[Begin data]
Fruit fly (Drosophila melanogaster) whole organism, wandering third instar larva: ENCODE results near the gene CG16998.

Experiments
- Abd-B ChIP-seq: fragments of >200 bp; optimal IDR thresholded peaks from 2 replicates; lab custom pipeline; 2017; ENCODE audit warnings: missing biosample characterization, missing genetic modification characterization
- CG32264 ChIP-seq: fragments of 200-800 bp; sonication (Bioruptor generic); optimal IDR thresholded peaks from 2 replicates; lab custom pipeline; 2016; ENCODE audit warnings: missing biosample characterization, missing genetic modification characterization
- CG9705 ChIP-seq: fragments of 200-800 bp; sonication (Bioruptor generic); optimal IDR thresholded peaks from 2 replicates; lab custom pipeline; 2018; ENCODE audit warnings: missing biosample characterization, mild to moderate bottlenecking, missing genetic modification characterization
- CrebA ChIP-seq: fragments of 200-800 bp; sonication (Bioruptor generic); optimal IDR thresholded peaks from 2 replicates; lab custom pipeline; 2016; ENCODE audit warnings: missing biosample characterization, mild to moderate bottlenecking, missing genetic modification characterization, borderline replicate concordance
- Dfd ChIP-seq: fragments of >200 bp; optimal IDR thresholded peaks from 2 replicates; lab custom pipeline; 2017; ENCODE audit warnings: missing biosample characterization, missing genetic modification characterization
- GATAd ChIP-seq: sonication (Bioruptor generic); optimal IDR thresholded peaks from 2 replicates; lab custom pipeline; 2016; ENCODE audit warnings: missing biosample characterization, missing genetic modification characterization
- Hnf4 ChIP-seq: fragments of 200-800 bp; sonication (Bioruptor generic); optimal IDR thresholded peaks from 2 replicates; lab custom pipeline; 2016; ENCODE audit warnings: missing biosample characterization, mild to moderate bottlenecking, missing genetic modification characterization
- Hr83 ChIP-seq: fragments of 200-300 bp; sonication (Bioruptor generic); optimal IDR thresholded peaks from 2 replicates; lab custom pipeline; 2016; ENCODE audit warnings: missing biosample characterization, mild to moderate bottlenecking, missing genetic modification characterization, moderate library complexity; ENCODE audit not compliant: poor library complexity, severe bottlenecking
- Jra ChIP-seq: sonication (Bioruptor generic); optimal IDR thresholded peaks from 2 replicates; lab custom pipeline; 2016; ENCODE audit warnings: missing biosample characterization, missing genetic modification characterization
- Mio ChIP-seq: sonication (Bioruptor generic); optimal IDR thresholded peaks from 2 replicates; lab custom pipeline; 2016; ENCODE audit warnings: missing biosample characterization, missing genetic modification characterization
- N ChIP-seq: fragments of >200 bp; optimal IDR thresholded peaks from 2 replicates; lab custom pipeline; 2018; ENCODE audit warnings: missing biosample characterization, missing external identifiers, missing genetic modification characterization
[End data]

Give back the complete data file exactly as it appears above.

Fruit fly (Drosophila melanogaster) whole organism, wandering third instar larva: ENCODE results near the gene CG16998.

Experiments
- Abd-B ChIP-seq: fragments of >200 bp; optimal IDR thresholded peaks from 2 replicates; lab custom pipeline; 2017; ENCODE audit warnings: missing biosample characterization, missing genetic modification characterization
- CG32264 ChIP-seq: fragments of 200-800 bp; sonication (Bioruptor generic); optimal IDR thresholded peaks from 2 replicates; lab custom pipeline; 2016; ENCODE audit warnings: missing biosample characterization, missing genetic modification characterization
- CG9705 ChIP-seq: fragments of 200-800 bp; sonication (Bioruptor generic); optimal IDR thresholded peaks from 2 replicates; lab custom pipeline; 2018; ENCODE audit warnings: missing biosample characterization, mild to moderate bottlenecking, missing genetic modification characterization
- CrebA ChIP-seq: fragments of 200-800 bp; sonication (Bioruptor generic); optimal IDR thresholded peaks from 2 replicates; lab custom pipeline; 2016; ENCODE audit warnings: missing biosample characterization, mild to moderate bottlenecking, missing genetic modification characterization, borderline replicate concordance
- Dfd ChIP-seq: fragments of >200 bp; optimal IDR thresholded peaks from 2 replicates; lab custom pipeline; 2017; ENCODE audit warnings: missing biosample characterization, missing genetic modification characterization
- GATAd ChIP-seq: sonication (Bioruptor generic); optimal IDR thresholded peaks from 2 replicates; lab custom pipeline; 2016; ENCODE audit warnings: missing biosample characterization, missing genetic modification characterization
- Hnf4 ChIP-seq: fragments of 200-800 bp; sonication (Bioruptor generic); optimal IDR thresholded peaks from 2 replicates; lab custom pipeline; 2016; ENCODE audit warnings: missing biosample characterization, mild to moderate bottlenecking, missing genetic modification characterization
- Hr83 ChIP-seq: fragments of 200-300 bp; sonication (Bioruptor generic); optimal IDR thresholded peaks from 2 replicates; lab custom pipeline; 2016; ENCODE audit warnings: missing biosample characterization, mild to moderate bottlenecking, missing genetic modification characterization, moderate library complexity; ENCODE audit not compliant: poor library complexity, severe bottlenecking
- Jra ChIP-seq: sonication (Bioruptor generic); optimal IDR thresholded peaks from 2 replicates; lab custom pipeline; 2016; ENCODE audit warnings: missing biosample characterization, missing genetic modification characterization
- Mio ChIP-seq: sonication (Bioruptor generic); optimal IDR thresholded peaks from 2 replicates; lab custom pipeline; 2016; ENCODE audit warnings: missing biosample characterization, missing genetic modification characterization
- N ChIP-seq: fragments of >200 bp; optimal IDR thresholded peaks from 2 replicates; lab custom pipeline; 2018; ENCODE audit warnings: missing biosample characterization, missing external identifiers, missing genetic modification characterization